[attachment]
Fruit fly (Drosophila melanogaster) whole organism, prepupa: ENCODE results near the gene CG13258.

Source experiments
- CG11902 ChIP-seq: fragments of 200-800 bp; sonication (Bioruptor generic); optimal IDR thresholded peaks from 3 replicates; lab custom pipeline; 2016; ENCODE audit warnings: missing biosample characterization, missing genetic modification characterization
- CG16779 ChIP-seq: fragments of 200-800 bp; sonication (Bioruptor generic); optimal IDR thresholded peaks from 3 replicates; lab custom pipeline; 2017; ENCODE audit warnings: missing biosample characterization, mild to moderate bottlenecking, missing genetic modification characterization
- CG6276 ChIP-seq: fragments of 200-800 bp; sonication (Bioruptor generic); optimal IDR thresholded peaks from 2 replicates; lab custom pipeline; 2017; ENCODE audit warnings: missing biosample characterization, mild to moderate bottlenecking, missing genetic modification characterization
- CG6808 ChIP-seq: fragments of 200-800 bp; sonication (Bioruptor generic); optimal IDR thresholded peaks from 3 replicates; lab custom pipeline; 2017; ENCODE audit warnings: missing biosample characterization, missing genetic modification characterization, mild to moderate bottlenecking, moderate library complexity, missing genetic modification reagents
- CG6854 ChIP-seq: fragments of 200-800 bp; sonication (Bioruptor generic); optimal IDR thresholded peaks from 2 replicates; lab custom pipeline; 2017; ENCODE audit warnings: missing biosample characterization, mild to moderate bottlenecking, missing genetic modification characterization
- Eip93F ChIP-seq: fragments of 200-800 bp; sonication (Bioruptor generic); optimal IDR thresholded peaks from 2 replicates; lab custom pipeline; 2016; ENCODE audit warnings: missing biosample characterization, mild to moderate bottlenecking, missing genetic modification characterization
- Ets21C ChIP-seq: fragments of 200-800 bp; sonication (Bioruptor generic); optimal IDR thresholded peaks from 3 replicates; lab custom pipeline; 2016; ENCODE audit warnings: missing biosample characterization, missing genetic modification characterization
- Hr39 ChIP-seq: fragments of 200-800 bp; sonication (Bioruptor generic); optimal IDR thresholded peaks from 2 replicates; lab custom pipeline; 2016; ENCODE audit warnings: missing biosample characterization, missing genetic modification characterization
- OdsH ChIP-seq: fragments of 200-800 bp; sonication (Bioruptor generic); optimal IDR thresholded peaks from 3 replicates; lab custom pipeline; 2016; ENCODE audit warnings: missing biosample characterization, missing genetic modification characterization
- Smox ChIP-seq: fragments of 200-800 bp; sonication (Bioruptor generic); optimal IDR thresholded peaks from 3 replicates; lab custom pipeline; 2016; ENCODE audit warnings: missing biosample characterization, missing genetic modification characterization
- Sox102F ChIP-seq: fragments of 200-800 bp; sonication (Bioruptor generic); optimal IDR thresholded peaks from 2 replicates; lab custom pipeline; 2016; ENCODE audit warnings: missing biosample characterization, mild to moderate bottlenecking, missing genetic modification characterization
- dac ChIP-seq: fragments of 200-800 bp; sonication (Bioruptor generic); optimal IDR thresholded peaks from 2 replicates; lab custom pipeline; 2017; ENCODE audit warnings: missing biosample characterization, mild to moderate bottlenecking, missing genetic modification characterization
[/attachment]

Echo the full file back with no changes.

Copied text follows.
Fruit fly (Drosophila melanogaster) whole organism, prepupa: ENCODE results near the gene CG13258.

Source experiments
- CG11902 ChIP-seq: fragments of 200-800 bp; sonication (Bioruptor generic); optimal IDR thresholded peaks from 3 replicates; lab custom pipeline; 2016; ENCODE audit warnings: missing biosample characterization, missing genetic modification characterization
- CG16779 ChIP-seq: fragments of 200-800 bp; sonication (Bioruptor generic); optimal IDR thresholded peaks from 3 replicates; lab custom pipeline; 2017; ENCODE audit warnings: missing biosample characterization, mild to moderate bottlenecking, missing genetic modification characterization
- CG6276 ChIP-seq: fragments of 200-800 bp; sonication (Bioruptor generic); optimal IDR thresholded peaks from 2 replicates; lab custom pipeline; 2017; ENCODE audit warnings: missing biosample characterization, mild to moderate bottlenecking, missing genetic modification characterization
- CG6808 ChIP-seq: fragments of 200-800 bp; sonication (Bioruptor generic); optimal IDR thresholded peaks from 3 replicates; lab custom pipeline; 2017; ENCODE audit warnings: missing biosample characterization, missing genetic modification characterization, mild to moderate bottlenecking, moderate library complexity, missing genetic modification reagents
- CG6854 ChIP-seq: fragments of 200-800 bp; sonication (Bioruptor generic); optimal IDR thresholded peaks from 2 replicates; lab custom pipeline; 2017; ENCODE audit warnings: missing biosample characterization, mild to moderate bottlenecking, missing genetic modification characterization
- Eip93F ChIP-seq: fragments of 200-800 bp; sonication (Bioruptor generic); optimal IDR thresholded peaks from 2 replicates; lab custom pipeline; 2016; ENCODE audit warnings: missing biosample characterization, mild to moderate bottlenecking, missing genetic modification characterization
- Ets21C ChIP-seq: fragments of 200-800 bp; sonication (Bioruptor generic); optimal IDR thresholded peaks from 3 replicates; lab custom pipeline; 2016; ENCODE audit warnings: missing biosample characterization, missing genetic modification characterization
- Hr39 ChIP-seq: fragments of 200-800 bp; sonication (Bioruptor generic); optimal IDR thresholded peaks from 2 replicates; lab custom pipeline; 2016; ENCODE audit warnings: missing biosample characterization, missing genetic modification characterization
- OdsH ChIP-seq: fragments of 200-800 bp; sonication (Bioruptor generic); optimal IDR thresholded peaks from 3 replicates; lab custom pipeline; 2016; ENCODE audit warnings: missing biosample characterization, missing genetic modification characterization
- Smox ChIP-seq: fragments of 200-800 bp; sonication (Bioruptor generic); optimal IDR thresholded peaks from 3 replicates; lab custom pipeline; 2016; ENCODE audit warnings: missing biosample characterization, missing genetic modification characterization
- Sox102F ChIP-seq: fragments of 200-800 bp; sonication (Bioruptor generic); optimal IDR thresholded peaks from 2 replicates; lab custom pipeline; 2016; ENCODE audit warnings: missing biosample characterization, mild to moderate bottlenecking, missing genetic modification characterization
- dac ChIP-seq: fragments of 200-800 bp; sonication (Bioruptor generic); optimal IDR thresholded peaks from 2 replicates; lab custom pipeline; 2017; ENCODE audit warnings: missing biosample characterization, mild to moderate bottlenecking, missing genetic modification characterization